The Look of Silence: humanity persists

Joshua Oppenheimer’s stunning new documentary about the Indonesian purges refuses to pity its subjects.

Tom Slater

Tom Slater
Editor

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Joshua Oppenheimer has followed up his barnstorming 2013 film, The Act of Killing, with his second docu-art piece about Indonesia’s 1965-66 purges, The Look of Silence. At a time when human-rights abuses, genocide and crimes against humanity spark a twisted obsession among metropolitan types, the killing of over a million Indonesian ‘communists’ – a catch-all that included union workers, dissidents and ethnic Chinese – at the hands of the Suharto military’s rent-a-thugs, barely registers in Western imaginations.

There’s no mystery as to why. The Suharto coup and the subsequent pogroms were cheered at the time by a West happy to welcome a decisive victory over the yellow-red peril. And, in Indonesia itself – in part, in response to The Act of Killing – the political establishment has only just started to recognise that the purges were anything but a glorious, patriotic struggle.

With both films, which were made in parallel over 10 years, Oppenheimer’s goal is not to document an understudied chapter in world history, but to slice through the fug of official lies and lay bare the human tragedy of what happened. However, he comes to his subject, not as a Western-liberal white knight, poised to liberate the consciousness of the pitiable oppressed. Instead, it is the self-revelation of his interviewees, almost all of whom know full well what took place, that takes centre stage.

In The Act of Killing, we were introduced to the purge’s perpetrators – gangsters and paramilitary men who, after Oppenheimer offered to make a film about their version of events, happily acted out their crimes for camera, often in lurid costume. It was the mix of this absurdity, along with brief, startling admissions of guilt and regret, which allowed Oppenheimer to hammer home the barbarity of the killings. Now, in The Look of Silence, he turns his focus on to the survivors – not in order to dwell, voyeuristically, on their trauma, but to explore the unnerving experience of living in a society in which the cold-blooded murder of your family and friends is celebrated.

The focus of the film is Adi, a dignified, fortysomething optician, whose older brother, Ramli, was one of the victims of the purges. After managing to escape the first attempt on his life, turning up at his parents’ home with his ‘guts hanging out’, Ramli was recaptured and butchered to death. His murder, as the only one that was, in part, witnessed by civilians, became a symbol of the brutal reality beneath the state-backed lies of militia men. Adi’s encounters with those behind his brother’s murder form the crux of The Look of Silence. We see Adi watch Oppenheimer’s rushes, reeling at interviews in which mass murderers laugh and joke about their crimes. Then, in a series of intense meetings with the ageing members of the death squads, Adi tries to get them to admit to the truth of what happened while, disarmingly, giving them eye tests.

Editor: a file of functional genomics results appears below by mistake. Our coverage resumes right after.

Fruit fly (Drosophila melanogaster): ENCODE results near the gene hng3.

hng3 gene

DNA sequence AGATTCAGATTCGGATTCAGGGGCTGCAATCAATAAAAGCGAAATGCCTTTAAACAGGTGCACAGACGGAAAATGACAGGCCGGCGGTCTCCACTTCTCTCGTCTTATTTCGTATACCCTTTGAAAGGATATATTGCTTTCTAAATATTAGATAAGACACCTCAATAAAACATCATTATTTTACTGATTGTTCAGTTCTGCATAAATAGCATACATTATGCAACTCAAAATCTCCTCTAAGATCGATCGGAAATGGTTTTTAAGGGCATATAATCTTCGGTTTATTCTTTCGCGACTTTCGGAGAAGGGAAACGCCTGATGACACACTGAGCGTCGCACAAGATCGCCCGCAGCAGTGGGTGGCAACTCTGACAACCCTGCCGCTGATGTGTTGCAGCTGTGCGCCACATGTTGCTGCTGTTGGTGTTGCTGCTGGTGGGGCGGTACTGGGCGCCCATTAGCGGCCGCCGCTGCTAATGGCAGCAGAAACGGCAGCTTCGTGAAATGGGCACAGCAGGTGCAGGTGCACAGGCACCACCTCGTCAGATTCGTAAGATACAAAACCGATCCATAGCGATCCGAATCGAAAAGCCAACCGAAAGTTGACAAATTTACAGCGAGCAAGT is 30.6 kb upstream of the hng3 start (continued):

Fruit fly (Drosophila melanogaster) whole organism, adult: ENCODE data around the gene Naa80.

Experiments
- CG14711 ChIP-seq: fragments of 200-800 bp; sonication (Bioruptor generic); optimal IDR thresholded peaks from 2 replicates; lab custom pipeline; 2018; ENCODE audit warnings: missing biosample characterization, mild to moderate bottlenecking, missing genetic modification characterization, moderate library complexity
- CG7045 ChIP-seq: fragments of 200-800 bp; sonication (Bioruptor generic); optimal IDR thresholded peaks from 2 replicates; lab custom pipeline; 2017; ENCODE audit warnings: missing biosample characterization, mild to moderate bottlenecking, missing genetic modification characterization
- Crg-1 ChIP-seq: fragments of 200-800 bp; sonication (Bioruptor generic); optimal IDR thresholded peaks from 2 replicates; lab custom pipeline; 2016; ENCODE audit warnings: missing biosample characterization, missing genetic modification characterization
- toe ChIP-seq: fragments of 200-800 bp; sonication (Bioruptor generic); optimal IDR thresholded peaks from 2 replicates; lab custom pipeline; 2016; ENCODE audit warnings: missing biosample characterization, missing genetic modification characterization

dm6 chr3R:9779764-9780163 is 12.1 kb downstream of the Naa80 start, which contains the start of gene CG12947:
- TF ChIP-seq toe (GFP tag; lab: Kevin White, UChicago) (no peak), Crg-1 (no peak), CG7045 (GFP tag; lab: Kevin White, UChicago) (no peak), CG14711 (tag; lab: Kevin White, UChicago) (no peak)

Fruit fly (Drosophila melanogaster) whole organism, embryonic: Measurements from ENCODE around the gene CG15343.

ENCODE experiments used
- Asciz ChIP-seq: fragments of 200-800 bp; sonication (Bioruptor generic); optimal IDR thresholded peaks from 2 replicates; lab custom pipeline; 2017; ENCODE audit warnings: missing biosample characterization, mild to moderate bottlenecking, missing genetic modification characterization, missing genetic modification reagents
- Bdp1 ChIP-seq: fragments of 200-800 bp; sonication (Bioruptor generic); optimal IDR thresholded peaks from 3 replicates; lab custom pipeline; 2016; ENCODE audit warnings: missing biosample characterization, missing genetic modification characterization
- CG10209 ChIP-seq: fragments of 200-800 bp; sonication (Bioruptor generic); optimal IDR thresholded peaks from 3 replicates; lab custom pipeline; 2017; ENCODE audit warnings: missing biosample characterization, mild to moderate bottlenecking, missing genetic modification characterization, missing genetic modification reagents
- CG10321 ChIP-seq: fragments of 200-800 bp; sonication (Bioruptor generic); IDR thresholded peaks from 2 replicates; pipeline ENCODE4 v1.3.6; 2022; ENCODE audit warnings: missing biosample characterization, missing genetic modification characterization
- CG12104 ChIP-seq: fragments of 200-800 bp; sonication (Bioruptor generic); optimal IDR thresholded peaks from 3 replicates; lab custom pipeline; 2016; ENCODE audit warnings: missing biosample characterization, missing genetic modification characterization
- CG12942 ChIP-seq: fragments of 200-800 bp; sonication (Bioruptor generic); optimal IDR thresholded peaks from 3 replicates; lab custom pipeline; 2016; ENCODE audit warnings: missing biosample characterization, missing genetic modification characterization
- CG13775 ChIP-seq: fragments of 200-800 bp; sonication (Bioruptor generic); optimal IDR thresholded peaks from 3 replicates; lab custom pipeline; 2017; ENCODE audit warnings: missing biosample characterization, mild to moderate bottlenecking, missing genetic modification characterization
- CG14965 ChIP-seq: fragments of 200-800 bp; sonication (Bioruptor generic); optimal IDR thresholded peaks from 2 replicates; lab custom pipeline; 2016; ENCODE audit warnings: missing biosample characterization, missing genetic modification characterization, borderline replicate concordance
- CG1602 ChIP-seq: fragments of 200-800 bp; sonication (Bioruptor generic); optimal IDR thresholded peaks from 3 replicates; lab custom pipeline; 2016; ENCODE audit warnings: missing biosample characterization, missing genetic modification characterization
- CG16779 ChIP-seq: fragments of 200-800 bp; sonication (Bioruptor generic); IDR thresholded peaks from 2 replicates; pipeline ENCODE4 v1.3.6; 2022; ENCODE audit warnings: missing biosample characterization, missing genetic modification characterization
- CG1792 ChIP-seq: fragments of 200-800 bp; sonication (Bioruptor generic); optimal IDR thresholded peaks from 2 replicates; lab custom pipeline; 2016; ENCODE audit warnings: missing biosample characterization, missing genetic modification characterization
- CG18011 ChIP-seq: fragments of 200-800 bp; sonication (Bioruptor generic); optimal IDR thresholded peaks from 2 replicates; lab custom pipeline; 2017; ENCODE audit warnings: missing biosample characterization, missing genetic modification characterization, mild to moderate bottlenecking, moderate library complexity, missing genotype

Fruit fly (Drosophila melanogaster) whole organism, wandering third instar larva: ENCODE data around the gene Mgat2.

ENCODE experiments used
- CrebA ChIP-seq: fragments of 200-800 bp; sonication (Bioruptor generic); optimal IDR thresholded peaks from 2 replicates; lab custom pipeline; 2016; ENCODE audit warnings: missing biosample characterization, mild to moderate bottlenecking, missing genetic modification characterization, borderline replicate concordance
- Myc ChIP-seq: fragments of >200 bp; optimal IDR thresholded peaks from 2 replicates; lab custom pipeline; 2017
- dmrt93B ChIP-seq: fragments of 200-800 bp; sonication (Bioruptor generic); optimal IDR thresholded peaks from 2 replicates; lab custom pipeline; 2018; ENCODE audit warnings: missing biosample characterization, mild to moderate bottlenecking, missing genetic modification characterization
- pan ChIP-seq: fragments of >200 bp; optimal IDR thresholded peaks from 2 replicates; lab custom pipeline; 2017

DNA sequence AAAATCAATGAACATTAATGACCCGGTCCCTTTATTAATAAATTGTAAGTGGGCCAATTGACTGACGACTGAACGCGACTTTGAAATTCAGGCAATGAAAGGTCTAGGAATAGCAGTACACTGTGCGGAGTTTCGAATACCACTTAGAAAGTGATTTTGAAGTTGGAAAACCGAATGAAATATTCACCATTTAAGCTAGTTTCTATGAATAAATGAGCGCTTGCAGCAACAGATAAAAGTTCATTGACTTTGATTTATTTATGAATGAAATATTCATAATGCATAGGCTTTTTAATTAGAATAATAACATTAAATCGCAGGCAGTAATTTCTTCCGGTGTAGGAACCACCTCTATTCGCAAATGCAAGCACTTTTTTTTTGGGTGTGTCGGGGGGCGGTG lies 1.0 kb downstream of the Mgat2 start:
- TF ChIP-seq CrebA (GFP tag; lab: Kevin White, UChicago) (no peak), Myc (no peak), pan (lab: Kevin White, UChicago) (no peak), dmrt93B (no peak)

The encounters feel at once perilous and benign. These men, though hunched and wrinkled, still hold positions of power, influence and wealth. Adi’s soft-spoken questioning could still have had deadly consequences; at one point, one of the killers admits that, had it been the old days, Adi would not have made it home. But there is a chilly acceptance here, too. Most of his subjects nod along to Adi’s characterisation of events – choosing to pass the buck, or simply conclude that ‘the past is the past’. Oppenheimer unearths a society that is far from brainwashed by state propaganda, but still willing, nonetheless, to maintain a convenient fiction.

There are times in which these exchanges begin to feel exploitative. At one point, Oppenheimer tries to show the family of a now-deceased militia leader clip after clip of him bragging about his exploits; they twist and turn in their seats. But, ultimately, these encounters are an attempt on the part of Adi to find some sort of reconciliation. This arrives most powerfully when he embraces the daughter of the man who most likely ordered Ramli’s death; after hearing Adi’s story, there are tears in her eyes.

Oppenheimer, by his own estimation, is not a journalist. He is a filmmaker interested, above all, in images, characters and the human story that exists beneath his historical subject. Balancing an attempt to probe at the truth and evoke deeper emotions can, on occasion, fall into contrivance, aimed at eliciting the required response either from his subjects or from us. But the result is, nevertheless, deeply affecting. He highlights the undiminished resolve of the survivors, especially in the lighthearted deviations from Adi’s tête-à-têtes – be it Adi’s elderly mother’s joking about his decrepit father’s odour or his children playing with ‘jumping beans’, which becomes a recurring theme throughout.

The Look of Silence is a paean to the need to seek the truth, to transcend the tragedies that befall us and to live on. In each of these frames, humanity persists. The result is remarkable.

Tom Slater is assistant editor at spiked. Follow him on Twitter: @Tom_Slater_

Watch the trailer for The Look of Silence:

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